A Lifelong Hobby, Interest, Passion and/or Profession
Whether you never advanced beyond the skills of a casual photographer with a camera that costs a few hundred dollars or you become a full-time professional with thousands of dollars invested in equipment, photography should never bore you and you can enjoy the experience throughout your life, at any age. In fact, your interest in photography is likely to change and evolve as you mature from your younger years to middle age and then to your senior years. Each phase of your life will provide you with new perspectives of the same subject matter, so the landscape images you shoot at 21 can be entirely different than those you capture at 81.
Psychologists will tell you that having the opportunity to create, even if your photographs never appear in a magazine, gallery or museum, is vital to a fulfilling life. Only a few are born with the aptitude and raw talent to be a consummate musician, composer, painter, sculptor or illustrator. Photography, however, is one creative outlet that many people can enjoy and with which they can excel to be recognized by others as being creative.
Many people struggle with learning a technical skill similar to the difficulty of learning the skills to become an artist. Most of us just don’t have the right mindset to be an auto mechanic, carpenter or a rocket scientist. Photography provides us with the opportunity to learn the workings of complex equipment—cameras, lens, lights, etc.—and successfully operating them.
Photography is likely to take you places you’ve never visited and you would not have known existed, both globally and locally. It expands your geographical, historical, natural and cultural knowledge and experiences. It gives you a much greater sense of citizenship of your hometown and the world.
An Expanded Vision
Photography forces you to see the world differently, whether it’s the little slice outside your backdoor or on the other side of the globe. Everyday objects and places that others take for granted or have simply overlooked assume new meaning and compel you to photograph them, so you can help others see what you see and what they’ve missed.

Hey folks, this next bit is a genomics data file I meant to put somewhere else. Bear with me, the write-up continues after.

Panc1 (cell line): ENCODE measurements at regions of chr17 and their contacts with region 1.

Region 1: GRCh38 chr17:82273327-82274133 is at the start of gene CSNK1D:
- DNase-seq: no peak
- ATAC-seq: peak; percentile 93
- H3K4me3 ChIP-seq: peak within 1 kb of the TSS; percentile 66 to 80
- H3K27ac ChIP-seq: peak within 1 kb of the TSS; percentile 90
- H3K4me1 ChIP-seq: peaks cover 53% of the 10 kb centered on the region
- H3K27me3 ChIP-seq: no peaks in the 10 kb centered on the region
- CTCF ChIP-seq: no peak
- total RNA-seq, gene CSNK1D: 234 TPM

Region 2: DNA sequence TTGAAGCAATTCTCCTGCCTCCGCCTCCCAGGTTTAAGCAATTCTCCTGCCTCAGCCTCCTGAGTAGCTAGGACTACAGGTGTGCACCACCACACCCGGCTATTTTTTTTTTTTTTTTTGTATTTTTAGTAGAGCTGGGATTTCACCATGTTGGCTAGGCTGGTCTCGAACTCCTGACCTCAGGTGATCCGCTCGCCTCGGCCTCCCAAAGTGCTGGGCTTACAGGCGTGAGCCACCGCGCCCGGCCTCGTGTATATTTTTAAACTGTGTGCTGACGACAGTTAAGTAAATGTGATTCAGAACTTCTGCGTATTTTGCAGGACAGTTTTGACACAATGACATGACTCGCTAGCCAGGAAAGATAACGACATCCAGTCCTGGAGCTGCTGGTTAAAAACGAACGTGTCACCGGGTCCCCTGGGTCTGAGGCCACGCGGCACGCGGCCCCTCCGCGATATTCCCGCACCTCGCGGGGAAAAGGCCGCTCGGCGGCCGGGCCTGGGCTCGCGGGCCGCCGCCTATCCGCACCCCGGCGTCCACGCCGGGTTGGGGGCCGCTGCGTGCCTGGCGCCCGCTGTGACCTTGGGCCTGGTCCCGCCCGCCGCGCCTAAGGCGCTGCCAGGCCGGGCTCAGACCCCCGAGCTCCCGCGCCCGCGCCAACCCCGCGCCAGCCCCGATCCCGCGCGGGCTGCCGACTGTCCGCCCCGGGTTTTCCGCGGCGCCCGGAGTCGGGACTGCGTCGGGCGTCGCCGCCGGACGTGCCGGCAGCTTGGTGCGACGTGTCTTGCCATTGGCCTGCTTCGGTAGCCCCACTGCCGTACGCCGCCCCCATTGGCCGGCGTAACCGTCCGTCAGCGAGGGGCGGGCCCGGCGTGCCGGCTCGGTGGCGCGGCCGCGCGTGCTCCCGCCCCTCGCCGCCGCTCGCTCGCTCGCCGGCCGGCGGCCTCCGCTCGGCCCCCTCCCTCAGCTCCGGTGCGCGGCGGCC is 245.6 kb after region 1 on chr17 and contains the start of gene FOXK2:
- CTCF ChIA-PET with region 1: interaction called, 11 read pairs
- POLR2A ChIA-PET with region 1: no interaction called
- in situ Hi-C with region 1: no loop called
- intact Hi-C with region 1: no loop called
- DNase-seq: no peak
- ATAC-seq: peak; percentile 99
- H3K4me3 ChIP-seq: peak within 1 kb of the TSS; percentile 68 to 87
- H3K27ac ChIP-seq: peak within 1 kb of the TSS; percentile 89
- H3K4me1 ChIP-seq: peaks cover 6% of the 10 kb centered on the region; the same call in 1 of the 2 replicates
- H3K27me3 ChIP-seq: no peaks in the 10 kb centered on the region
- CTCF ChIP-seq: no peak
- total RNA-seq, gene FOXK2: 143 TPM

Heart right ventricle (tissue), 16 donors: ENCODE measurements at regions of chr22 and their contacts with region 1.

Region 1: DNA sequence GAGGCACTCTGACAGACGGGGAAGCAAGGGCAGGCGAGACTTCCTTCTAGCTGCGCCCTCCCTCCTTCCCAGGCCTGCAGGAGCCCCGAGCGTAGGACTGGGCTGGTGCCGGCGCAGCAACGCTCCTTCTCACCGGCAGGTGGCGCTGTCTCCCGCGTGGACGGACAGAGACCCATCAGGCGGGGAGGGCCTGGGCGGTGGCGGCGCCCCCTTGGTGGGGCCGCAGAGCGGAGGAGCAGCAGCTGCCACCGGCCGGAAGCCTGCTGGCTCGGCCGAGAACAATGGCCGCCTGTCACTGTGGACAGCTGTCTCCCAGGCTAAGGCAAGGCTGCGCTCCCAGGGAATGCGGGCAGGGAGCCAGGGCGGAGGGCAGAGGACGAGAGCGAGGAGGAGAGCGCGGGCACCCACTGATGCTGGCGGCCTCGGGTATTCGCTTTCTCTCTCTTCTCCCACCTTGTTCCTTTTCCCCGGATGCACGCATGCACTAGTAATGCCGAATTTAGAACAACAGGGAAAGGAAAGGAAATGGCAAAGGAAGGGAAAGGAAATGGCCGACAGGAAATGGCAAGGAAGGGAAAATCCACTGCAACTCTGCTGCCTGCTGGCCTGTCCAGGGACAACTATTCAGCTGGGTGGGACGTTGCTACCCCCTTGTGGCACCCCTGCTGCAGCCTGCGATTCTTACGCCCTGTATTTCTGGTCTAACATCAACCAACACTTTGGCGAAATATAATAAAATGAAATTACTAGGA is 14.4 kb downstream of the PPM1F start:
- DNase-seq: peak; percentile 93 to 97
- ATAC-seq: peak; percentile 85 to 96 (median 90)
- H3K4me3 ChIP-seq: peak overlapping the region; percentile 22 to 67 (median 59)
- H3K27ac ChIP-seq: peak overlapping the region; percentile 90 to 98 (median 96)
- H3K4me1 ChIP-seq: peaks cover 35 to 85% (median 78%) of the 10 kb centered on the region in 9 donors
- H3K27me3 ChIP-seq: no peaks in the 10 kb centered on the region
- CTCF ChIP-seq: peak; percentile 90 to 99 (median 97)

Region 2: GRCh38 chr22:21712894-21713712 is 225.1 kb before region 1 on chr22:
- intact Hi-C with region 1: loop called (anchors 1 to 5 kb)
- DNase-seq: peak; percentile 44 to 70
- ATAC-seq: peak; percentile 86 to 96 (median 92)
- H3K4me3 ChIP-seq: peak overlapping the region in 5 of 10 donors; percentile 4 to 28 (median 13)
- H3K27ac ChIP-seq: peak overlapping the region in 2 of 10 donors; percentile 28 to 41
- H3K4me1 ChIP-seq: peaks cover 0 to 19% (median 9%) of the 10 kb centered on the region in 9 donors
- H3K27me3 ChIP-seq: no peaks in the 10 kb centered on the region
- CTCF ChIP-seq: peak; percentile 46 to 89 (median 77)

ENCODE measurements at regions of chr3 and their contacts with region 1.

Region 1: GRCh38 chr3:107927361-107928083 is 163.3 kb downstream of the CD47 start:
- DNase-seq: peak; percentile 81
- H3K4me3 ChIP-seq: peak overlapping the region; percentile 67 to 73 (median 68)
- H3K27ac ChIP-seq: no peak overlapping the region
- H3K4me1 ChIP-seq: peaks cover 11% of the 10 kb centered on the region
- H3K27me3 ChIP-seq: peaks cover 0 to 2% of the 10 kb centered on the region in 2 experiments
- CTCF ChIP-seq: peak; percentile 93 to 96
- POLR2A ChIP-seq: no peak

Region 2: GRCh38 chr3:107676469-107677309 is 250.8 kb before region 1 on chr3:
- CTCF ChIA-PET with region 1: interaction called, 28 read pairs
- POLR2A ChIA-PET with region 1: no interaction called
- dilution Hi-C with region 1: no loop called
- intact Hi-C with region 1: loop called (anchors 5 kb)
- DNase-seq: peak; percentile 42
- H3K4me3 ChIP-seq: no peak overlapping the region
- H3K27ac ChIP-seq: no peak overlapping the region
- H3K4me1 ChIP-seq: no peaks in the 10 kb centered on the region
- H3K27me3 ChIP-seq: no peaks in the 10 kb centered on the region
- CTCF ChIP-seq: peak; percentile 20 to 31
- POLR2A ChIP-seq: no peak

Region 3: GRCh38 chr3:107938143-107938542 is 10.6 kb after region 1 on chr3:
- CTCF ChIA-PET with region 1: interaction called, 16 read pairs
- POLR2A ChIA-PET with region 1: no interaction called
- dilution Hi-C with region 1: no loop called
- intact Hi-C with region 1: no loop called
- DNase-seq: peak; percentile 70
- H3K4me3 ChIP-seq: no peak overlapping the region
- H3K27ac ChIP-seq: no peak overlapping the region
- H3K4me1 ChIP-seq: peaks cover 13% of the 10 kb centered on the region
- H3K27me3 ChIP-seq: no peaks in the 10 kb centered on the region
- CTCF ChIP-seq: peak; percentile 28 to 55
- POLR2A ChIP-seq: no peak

A Source of Joy and Happiness for Others
Photography is rather meaningless unless you share the visions you’ve captured with others. Some people may not like to be photographed, but virtually everyone likes to look at photographs. For families and groups of friends, photos are the greatest record of what occurred during their lives and how they lived their lives together. It represents a bit of immortality, preserving the memories of people long gone, so new generations have a better understanding of their roots. In addition, in this age of social media, photographs can easily be shared with total strangers, eliminating the divides between people and cultures, celebrating both our diversity and how similar we all are.
A Sense of Accomplishment
Much like being a creator, photography can provide you with a sense of accomplishment; and, again, it doesn’t have to relate to fame, but simply providing someone with a picture of himself or herself that will always be treasured. The time you spend learning photographic techniques and how to operate a complex piece of equipment and the money you invest in that equipment is repaid again and again whenever you’re able to reproduce the vision in your head within the physical dimensions of a photo.
Becoming a photographer at virtually any skill level can open doors to opportunities that may not have otherwise come your way. It could be as simple as always being asked to serve as the “official” photographer for all family events and gatherings of friends or discovering a new career or the one you’ve always been seeking.
A Member of a Unique Community
All photographers are members of a unique group of people because of all the reasons above. It’s a society or fraternity you automatically join simply because you have a camera and you shoot with it regularly. Again, you don’t need to be famous or make money with your camera to be a member in just as good standing as the most honored professional. You can always define yourself as a photographer and that will be meaningful to just about everyone in your life or you meet throughout your life.
People who read this PhotographyTalk.com article also liked:
- How to Photography: 6 Ways to Maximize the Value of Workshops
- How To Photography: Luck is Where You Find It!
- Making the Most of 2013: Giant Strides Begin with Baby Steps
- How To Photography: 3 Easy Steps to Keep you on the Straight and Narrow Path to the Right Camera
Your feedback is important to thousands of PhotographyTalk.com fans and us. If this article is helpful, then please click the Like and Re-Tweet buttons at the top left of this article.